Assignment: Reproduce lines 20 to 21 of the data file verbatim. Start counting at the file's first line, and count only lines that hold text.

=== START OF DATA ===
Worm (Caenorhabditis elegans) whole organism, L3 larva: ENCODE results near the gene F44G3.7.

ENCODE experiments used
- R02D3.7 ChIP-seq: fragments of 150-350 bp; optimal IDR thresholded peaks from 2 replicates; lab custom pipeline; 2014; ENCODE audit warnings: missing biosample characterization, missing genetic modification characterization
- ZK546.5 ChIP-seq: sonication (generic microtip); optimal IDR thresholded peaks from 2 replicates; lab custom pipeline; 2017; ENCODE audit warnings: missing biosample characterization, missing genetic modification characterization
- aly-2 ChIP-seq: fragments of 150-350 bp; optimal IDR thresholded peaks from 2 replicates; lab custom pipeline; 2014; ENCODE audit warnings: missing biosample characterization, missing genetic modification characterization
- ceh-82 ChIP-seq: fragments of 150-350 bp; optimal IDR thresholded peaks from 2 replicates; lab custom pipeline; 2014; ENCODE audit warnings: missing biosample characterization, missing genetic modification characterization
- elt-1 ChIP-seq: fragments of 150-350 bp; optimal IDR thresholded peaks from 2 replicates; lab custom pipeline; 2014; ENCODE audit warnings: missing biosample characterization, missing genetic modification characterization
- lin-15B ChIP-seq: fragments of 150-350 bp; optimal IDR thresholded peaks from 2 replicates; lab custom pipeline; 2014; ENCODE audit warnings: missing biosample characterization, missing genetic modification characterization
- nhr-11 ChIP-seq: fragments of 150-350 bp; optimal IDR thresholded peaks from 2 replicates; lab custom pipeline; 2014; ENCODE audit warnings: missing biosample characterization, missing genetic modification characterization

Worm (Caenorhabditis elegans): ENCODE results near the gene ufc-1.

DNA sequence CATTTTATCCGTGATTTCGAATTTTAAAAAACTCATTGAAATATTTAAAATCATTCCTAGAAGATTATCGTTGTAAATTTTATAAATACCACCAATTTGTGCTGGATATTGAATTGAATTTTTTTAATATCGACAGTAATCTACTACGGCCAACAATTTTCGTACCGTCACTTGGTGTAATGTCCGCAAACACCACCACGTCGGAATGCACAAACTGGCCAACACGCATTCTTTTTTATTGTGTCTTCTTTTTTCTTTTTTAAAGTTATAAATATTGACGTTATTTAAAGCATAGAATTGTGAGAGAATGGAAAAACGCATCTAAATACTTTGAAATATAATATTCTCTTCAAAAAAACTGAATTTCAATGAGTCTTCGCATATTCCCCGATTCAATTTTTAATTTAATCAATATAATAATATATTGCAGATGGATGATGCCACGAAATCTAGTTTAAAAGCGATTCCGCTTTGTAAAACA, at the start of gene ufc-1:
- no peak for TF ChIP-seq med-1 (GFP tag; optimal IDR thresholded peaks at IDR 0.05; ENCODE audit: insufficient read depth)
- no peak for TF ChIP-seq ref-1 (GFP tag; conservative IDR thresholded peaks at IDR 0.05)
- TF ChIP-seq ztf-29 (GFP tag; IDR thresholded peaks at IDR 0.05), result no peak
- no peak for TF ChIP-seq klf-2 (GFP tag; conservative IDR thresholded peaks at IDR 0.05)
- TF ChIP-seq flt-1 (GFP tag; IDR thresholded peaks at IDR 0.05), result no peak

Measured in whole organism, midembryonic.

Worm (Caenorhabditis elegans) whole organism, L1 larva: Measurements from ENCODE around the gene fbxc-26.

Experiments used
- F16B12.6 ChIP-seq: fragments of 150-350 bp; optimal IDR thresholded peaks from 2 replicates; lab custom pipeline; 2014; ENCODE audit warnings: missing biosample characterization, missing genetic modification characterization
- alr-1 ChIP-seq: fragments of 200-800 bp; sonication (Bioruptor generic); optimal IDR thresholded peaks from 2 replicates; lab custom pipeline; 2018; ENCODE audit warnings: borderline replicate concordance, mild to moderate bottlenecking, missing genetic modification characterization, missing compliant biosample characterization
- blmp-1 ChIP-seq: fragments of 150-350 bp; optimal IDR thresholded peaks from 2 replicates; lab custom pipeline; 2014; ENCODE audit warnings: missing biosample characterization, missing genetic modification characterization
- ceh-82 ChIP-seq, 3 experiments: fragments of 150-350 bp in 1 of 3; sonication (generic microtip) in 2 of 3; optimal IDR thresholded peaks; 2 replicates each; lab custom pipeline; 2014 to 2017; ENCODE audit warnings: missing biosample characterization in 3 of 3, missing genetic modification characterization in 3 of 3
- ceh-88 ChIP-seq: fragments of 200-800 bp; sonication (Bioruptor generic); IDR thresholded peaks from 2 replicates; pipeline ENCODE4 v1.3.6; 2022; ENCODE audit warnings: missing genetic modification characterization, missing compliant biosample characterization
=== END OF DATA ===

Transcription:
- F16B12.6 ChIP-seq: fragments of 150-350 bp; optimal IDR thresholded peaks from 2 replicates; lab custom pipeline; 2014; ENCODE audit warnings: missing biosample characterization, missing genetic modification characterization
- alr-1 ChIP-seq: fragments of 200-800 bp; sonication (Bioruptor generic); optimal IDR thresholded peaks from 2 replicates; lab custom pipeline; 2018; ENCODE audit warnings: borderline replicate concordance, mild to moderate bottlenecking, missing genetic modification characterization, missing compliant biosample characterization